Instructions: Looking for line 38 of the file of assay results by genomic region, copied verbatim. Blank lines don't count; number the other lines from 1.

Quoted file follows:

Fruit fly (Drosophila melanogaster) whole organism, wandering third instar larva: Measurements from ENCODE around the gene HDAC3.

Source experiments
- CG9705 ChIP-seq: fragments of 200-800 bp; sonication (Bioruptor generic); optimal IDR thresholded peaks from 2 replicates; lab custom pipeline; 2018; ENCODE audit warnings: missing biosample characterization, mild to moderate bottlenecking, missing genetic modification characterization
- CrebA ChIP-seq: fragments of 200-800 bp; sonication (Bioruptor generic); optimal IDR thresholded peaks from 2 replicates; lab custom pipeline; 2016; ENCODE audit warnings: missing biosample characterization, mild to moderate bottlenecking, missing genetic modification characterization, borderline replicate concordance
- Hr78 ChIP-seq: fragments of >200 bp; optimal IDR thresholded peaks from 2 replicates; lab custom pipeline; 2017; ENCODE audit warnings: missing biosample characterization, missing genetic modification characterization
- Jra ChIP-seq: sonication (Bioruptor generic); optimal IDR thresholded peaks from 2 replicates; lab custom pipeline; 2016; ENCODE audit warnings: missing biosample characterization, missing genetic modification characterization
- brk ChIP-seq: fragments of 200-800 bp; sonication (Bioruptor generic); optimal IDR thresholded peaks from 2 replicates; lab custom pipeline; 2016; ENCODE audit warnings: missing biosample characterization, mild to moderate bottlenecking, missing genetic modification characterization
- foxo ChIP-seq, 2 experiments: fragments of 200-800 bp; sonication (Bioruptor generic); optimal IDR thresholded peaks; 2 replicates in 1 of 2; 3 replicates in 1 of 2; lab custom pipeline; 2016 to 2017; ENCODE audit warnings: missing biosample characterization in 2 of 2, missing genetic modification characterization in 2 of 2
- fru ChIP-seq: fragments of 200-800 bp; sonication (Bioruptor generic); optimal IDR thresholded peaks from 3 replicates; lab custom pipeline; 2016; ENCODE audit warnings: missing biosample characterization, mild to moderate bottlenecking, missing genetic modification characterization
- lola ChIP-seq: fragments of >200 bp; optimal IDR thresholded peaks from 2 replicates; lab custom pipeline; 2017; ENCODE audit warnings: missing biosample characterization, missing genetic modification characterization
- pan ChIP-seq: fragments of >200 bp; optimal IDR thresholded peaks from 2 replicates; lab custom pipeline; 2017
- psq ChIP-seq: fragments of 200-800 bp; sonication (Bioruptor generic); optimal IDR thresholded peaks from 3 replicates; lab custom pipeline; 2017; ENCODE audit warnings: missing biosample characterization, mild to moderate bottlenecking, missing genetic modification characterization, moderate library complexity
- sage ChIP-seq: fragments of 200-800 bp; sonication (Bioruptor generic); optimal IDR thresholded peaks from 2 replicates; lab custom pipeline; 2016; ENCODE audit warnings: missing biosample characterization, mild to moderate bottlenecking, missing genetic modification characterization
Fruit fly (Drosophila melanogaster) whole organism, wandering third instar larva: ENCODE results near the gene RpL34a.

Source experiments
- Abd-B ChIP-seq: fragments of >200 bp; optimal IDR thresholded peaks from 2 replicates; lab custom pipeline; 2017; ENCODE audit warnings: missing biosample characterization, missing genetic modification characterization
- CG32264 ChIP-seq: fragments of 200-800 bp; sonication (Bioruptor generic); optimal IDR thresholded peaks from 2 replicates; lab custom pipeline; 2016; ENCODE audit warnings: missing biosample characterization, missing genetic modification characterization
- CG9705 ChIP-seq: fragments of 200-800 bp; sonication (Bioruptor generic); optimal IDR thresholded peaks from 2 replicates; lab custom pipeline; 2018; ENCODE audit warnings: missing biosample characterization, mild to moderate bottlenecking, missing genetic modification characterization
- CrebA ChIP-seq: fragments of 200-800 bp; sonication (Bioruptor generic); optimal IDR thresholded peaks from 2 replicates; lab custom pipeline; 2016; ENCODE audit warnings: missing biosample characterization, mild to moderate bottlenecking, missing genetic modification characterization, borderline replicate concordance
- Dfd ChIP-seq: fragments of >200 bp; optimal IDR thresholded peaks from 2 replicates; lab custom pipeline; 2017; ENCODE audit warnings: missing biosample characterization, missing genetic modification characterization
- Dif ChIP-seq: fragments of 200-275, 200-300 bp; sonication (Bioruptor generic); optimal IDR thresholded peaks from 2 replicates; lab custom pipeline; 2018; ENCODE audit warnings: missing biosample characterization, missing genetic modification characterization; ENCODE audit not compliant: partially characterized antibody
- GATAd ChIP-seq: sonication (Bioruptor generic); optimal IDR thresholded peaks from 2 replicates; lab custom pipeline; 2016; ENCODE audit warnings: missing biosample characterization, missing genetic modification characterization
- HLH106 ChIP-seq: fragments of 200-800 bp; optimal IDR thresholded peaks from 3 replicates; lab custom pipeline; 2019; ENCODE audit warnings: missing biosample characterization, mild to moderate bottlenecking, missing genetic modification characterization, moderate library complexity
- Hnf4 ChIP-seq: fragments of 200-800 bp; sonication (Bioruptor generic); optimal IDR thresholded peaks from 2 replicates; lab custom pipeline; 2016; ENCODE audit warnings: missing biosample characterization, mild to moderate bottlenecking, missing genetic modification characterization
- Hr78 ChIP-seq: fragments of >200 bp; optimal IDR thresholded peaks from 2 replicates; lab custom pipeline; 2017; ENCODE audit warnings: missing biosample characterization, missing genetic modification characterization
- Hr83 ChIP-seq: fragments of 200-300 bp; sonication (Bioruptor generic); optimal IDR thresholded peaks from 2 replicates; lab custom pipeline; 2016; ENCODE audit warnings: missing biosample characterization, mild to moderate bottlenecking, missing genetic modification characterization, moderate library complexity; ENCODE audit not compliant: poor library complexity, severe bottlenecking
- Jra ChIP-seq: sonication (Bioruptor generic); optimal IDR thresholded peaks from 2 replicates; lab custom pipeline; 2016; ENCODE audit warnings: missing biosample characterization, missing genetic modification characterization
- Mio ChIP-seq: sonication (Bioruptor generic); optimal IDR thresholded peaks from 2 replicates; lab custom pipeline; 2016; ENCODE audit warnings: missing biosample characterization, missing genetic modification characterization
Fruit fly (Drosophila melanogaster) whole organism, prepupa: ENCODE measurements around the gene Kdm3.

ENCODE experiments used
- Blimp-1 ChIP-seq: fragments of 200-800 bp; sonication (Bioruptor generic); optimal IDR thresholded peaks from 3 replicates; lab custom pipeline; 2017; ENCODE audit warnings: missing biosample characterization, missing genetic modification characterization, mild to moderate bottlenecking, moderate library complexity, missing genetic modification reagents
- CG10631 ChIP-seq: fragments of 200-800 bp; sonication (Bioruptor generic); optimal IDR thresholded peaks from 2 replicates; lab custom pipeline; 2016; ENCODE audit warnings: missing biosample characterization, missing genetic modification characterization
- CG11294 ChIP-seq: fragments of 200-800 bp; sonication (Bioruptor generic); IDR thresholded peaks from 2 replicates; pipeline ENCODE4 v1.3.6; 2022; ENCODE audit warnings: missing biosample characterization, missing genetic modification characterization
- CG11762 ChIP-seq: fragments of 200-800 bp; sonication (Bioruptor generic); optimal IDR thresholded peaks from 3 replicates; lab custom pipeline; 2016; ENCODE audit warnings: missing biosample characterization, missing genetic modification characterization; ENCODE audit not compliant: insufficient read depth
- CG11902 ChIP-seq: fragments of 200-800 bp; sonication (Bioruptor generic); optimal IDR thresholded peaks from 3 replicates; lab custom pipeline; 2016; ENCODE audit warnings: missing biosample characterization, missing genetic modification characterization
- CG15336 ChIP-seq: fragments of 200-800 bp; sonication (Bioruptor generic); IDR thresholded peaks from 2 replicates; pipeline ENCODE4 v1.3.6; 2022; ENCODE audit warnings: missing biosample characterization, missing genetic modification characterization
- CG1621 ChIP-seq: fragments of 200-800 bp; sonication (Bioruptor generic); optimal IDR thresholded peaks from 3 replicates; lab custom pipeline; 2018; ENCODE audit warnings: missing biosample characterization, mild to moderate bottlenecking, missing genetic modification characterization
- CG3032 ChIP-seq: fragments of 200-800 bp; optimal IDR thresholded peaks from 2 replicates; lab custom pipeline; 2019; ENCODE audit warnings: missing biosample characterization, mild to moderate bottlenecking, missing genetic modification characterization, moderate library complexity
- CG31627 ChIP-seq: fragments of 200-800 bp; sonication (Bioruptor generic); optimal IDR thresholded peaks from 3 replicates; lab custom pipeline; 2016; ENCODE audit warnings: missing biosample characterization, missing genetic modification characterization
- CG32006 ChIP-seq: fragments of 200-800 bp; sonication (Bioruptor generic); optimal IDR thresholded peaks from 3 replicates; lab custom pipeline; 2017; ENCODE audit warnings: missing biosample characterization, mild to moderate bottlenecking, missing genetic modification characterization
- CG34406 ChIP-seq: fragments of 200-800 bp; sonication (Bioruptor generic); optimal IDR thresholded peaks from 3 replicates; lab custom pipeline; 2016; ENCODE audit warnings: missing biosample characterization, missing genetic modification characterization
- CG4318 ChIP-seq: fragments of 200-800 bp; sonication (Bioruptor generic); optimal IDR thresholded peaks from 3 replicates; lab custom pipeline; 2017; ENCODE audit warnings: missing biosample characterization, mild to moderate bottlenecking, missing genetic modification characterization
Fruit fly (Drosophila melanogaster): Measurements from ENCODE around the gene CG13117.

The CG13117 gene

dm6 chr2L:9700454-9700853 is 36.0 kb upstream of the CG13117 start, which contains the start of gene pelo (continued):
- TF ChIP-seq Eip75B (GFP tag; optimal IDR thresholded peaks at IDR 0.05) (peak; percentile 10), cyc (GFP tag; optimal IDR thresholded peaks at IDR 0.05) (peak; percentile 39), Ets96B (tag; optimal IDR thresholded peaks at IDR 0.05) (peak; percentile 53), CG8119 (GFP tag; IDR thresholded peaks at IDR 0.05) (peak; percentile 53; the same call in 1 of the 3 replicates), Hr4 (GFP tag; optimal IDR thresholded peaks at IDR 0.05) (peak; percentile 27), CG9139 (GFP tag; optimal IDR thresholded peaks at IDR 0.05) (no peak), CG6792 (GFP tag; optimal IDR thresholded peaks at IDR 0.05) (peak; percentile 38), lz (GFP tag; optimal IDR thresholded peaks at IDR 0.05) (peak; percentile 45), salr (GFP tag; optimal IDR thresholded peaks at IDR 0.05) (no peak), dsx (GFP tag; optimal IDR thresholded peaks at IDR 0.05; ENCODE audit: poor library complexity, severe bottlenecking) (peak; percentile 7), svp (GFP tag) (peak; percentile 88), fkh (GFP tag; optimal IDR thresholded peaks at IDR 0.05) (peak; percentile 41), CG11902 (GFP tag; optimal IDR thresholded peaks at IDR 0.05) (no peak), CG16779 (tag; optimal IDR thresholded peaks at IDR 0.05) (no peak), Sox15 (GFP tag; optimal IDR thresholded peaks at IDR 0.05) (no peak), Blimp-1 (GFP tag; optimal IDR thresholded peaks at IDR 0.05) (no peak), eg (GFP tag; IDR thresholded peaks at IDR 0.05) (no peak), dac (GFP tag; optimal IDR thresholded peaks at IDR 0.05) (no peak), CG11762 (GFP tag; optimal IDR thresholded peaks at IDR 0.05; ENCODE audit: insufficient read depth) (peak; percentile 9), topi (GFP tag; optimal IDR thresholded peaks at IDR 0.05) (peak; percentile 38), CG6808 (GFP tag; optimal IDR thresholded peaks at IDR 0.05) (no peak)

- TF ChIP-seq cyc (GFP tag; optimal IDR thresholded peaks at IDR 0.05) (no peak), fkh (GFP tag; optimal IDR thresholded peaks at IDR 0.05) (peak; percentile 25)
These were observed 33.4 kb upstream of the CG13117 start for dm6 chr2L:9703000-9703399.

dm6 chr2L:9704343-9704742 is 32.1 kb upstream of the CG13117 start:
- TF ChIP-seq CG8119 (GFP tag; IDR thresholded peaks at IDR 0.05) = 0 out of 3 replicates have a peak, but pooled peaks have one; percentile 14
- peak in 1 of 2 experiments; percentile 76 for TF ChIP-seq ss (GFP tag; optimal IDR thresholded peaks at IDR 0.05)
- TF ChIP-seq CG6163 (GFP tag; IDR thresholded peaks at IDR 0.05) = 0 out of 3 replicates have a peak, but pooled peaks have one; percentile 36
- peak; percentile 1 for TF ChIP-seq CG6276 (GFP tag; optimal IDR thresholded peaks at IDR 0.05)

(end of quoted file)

- CG3032 ChIP-seq: fragments of 200-800 bp; optimal IDR thresholded peaks from 2 replicates; lab custom pipeline; 2019; ENCODE audit warnings: missing biosample characterization, mild to moderate bottlenecking, missing genetic modification characterization, moderate library complexity